Tracheomalacia is a condition in which the walls of the windpipe (trachea) are very weak or soft. The windpipe is the airway that leads from the throat to the lungs. It is made of muscles and a tough flexible tissue called cartilage. Rings of cartilage support the windpipe and keep it open when you breathe. When a child has tracheomalacia, the windpipe may be so weak that it collapses and may block the airway.
Tracheomalacia is most common in infants and small children. Most of the time it is a birth defect. It may also develop if your child has:
Symptoms of tracheomalacia include loud noisy breathing (stridor) and a loud barking cough. Your child may wheeze constantly. The wheezing may be worse when your baby cries, feeds, or coughs. Symptoms usually get better when the baby lies on his or her stomach or sleeps.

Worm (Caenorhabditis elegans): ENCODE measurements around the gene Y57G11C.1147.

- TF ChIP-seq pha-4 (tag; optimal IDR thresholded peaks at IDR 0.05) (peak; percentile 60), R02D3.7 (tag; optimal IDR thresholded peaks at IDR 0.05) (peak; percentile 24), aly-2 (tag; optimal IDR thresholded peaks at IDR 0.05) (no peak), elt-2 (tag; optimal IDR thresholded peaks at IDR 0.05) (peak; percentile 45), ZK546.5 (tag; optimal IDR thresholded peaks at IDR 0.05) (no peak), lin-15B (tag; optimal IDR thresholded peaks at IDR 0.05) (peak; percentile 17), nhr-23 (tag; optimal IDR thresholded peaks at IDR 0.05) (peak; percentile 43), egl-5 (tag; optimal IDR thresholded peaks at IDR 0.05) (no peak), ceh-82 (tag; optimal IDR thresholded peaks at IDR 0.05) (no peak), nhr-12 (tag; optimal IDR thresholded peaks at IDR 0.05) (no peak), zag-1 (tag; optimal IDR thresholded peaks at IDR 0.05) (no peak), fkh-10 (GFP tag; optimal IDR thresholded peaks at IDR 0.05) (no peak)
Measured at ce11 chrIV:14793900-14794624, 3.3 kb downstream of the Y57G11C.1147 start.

Most babies with this disorder seem happy and do not seem to be struggling when they wheeze.
If tracheomalacia is severe, the child may struggle very hard for breath. Over time, the chest wall may become deformed. Babies may not be able to breathe and eat at the same time, and may not gain weight properly. If the airway is severely collapsed or blocked, the baby may need extra oxygen or other kinds of help with breathing.
Your child’s healthcare provider will ask about your child’s symptoms and medical history and examine your child. Tests may include:
Tracheomalacia usually gets better without medical treatment by the time a child is 6 to 12 months of age and goes away by 24 months of age. Children with this condition do need to be carefully watched when they get colds or other respiratory infections because the infection can make their symptoms worse.
If the condition is severe, does not get better, or slows your child’s growth, your child may need:
Follow your child’s healthcare provider's instructions for treatment.
Ask your child’s provider:
Make sure you know when your child should come back for a checkup.